Crip Time in Fin-de-siècle Spain: Disability, DEgeneration, and eugenics
Like much of Europe, nineteenth-century Spain was marked by the search for medical and legal solutions to the increasing number of bodies that did not align with culturally constructed expectations of productivity and reproduction in modernity. My dissertation “Crip Time in Fin-de-siècle Spain: Disability, Degeneration, and Eugenics” demonstrates how authors of this time used representations of disability to engage in urgent political questions about population control and the rights of individuals in the face of increasing medical intervention.
Focusing on canonical realist authors Emilia Pardo Bazán and Benito Pérez Galdós, as well as the modernist Sofía Casanova, I locate literary production within larger cultural debates by analyzing fiction alongside legal and scientific constructions of disability. Nineteenth-century scholarship from fields as varied as criminal anthropology, gynecology, and economics shaped expectations for health around ideas of national progress. The inability to satisfy work schedules and heteronormative life milestones, such as marrying and starting a family, became indicators of disability that presented a threat to social progress. Discussions on racial evolution and imperial decadence raised the stakes of these debates by tying the health of the nation and to the progression of humanity as a whole. My analysis of literary texts published between 1886 and 1904 teases out the discursive convergences and contradictions that constructed disability in relation to time by drawing on the disability studies concept of crip time — the lifestyle or schedules of a person with a disability that is culturally imagined as being at odds with progress. By centering on representations of crip time, this project challenges us to reevaluate why disabled characters potentially induce a sense of panic. I show that it is not necessarily because disabled bodies serve as reminders of mortality, as other scholars have argued. Indeed, within the cultural context of the fin-de-siècle Spanish novel, the fear and discomfort surrounding disabled characters signals an ambivalence toward medical discourses and an awareness of the precarity of being a “healthy” and able-bodied person at a historical moment in which health and ability are defined in continuously narrowing terms.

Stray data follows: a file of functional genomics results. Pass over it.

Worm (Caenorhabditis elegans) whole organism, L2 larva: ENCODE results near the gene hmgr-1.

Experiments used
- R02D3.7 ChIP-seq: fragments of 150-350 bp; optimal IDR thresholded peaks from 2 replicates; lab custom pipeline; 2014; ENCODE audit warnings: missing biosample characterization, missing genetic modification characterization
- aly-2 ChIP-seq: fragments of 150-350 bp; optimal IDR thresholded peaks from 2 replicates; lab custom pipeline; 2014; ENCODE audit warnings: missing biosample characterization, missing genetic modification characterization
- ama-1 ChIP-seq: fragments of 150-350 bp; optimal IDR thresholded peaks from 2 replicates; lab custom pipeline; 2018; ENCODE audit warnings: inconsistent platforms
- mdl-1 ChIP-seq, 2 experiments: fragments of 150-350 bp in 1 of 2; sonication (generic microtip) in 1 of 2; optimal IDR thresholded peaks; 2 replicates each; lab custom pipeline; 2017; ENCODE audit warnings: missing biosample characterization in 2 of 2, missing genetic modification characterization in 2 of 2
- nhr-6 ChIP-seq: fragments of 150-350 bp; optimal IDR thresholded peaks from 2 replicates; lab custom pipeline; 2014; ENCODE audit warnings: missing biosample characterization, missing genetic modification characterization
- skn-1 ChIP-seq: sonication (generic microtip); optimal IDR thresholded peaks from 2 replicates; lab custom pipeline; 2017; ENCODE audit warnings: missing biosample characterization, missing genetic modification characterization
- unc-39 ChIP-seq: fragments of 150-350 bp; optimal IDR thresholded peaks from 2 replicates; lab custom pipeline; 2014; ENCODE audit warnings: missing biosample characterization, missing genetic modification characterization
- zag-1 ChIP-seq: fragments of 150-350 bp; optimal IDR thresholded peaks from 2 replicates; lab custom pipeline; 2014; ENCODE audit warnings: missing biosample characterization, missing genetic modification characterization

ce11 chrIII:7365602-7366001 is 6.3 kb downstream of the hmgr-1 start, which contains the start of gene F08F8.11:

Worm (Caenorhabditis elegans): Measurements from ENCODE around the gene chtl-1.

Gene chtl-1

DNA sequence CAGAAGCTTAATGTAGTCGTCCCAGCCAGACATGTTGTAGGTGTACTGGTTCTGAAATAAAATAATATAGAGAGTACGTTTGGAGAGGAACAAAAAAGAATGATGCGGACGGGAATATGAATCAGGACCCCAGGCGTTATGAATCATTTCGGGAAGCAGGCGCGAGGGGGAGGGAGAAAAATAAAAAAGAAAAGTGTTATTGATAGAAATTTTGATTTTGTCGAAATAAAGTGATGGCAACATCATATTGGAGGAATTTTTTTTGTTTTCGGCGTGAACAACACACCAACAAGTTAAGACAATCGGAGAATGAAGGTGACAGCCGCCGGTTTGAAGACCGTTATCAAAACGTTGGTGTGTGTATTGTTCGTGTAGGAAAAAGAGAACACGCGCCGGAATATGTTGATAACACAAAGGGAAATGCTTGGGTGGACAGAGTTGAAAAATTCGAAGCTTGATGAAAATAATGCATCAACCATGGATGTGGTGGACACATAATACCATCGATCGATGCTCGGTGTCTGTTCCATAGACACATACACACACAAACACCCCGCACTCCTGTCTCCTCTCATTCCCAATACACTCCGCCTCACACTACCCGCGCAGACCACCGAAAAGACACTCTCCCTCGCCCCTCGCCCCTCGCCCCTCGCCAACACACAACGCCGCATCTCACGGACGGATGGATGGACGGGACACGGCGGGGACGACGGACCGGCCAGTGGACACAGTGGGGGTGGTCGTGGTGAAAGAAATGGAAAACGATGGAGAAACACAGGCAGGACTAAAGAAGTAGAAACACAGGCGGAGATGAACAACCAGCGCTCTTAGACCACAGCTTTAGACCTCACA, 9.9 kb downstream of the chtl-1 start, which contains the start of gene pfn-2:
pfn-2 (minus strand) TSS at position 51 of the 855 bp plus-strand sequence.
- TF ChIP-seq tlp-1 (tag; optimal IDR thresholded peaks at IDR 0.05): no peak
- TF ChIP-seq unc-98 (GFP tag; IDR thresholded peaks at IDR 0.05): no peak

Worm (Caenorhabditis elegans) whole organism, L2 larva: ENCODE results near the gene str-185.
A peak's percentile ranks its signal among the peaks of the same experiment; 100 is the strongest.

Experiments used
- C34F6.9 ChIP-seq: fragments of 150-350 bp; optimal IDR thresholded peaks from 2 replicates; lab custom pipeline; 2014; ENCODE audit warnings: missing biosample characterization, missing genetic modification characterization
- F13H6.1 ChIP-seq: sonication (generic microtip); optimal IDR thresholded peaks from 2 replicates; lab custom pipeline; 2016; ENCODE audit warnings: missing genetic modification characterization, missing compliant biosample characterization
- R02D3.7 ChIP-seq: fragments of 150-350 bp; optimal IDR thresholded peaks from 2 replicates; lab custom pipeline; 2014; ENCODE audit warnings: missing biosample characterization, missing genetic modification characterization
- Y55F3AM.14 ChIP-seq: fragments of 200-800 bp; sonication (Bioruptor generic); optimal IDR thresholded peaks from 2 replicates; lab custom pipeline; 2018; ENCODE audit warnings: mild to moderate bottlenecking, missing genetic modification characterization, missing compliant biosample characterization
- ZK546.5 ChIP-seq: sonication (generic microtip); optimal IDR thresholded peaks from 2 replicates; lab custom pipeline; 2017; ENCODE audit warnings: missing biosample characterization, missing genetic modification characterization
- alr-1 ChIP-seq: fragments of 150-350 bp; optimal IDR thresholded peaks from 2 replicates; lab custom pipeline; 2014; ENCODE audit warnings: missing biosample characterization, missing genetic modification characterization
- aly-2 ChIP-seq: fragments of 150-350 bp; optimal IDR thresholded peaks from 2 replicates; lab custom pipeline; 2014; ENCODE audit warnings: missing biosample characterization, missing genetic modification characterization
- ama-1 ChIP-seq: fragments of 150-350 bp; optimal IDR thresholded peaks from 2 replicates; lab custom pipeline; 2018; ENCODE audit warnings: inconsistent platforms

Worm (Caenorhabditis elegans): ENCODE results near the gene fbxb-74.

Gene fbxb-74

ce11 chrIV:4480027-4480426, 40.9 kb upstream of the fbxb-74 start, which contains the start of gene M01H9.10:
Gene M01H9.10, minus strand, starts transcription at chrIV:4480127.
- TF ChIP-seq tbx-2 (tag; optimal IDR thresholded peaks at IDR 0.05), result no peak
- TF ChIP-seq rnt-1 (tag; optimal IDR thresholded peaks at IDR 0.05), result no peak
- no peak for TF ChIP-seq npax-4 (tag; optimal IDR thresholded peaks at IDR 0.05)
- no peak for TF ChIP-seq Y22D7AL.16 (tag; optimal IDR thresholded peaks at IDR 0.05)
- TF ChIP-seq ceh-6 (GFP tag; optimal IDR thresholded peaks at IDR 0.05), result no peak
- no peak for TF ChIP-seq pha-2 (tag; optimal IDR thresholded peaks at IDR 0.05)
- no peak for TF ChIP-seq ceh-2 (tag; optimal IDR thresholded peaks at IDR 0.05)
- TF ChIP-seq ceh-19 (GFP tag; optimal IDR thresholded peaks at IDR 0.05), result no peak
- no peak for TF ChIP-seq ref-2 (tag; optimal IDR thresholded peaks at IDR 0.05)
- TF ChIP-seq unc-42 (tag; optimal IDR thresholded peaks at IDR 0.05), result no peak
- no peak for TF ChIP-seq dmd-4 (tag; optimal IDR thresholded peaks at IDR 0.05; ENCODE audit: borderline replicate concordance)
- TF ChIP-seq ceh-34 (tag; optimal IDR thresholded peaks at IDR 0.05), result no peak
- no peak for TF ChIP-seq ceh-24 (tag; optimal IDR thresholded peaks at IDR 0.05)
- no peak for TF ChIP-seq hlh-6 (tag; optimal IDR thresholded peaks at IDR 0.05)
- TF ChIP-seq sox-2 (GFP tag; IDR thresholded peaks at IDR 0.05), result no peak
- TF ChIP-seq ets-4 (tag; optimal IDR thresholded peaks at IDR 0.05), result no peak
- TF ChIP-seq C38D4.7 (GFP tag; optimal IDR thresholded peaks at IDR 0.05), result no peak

“Como un Petardo que Estalla”: Human Nature and Politics of the Street
My second major project will build on issues of disability and productivity that arise in my dissertation by turning to representations of labor movements in Spanish and Catalan fiction. In the second half of the nineteenth century, criminologists, psychiatrists, and sociologists pathologized socialism and anarchy as symptoms of degeneration. Literary depiction of working class politics and protests often adopts this perspective, emphasizing acts of terrorism or satirizing characters who propose class dissent. However, despite these criticisms, nineteenth-century authors’ representations of Spain’s burgeoning capitalist system makes it difficult to dismiss the working class characters’ desires for a redistribution of wealth, particularly as their bodies become culturally constructed as a natural, exploitable resource. While most recent work on public space focuses on the urban street as a site for itinerant, marginal characters to affirm their subjectivity, my second project will complement existing scholarship by foregrounding instances of political violence and bodily demands for basic resources. To approach this topic, my methodology draws on recent work on emotions as a form of knowledge in nineteenth-century Iberian culture studies and on Judith Butler’s work on the politics of public assembly. From this framework, my analysis considers the emotional dimensions of political protests and violence in the public spaces in nineteenth-century literature by Catalan authors Dolors Monserdà and Narcis Oller, as well as Pardo Bazán and Galdós.
I will present material related to this project at the 2019 Modern Language Association Annual Convention.
ARTICLES IN DEVELOPMENT
"Care and Progress in Restoration Spain: Transgressive Interdependence in Galdós's Misericordia"
"Curative Time and Carceral Reform in Pardo Bazán’s La piedra angular"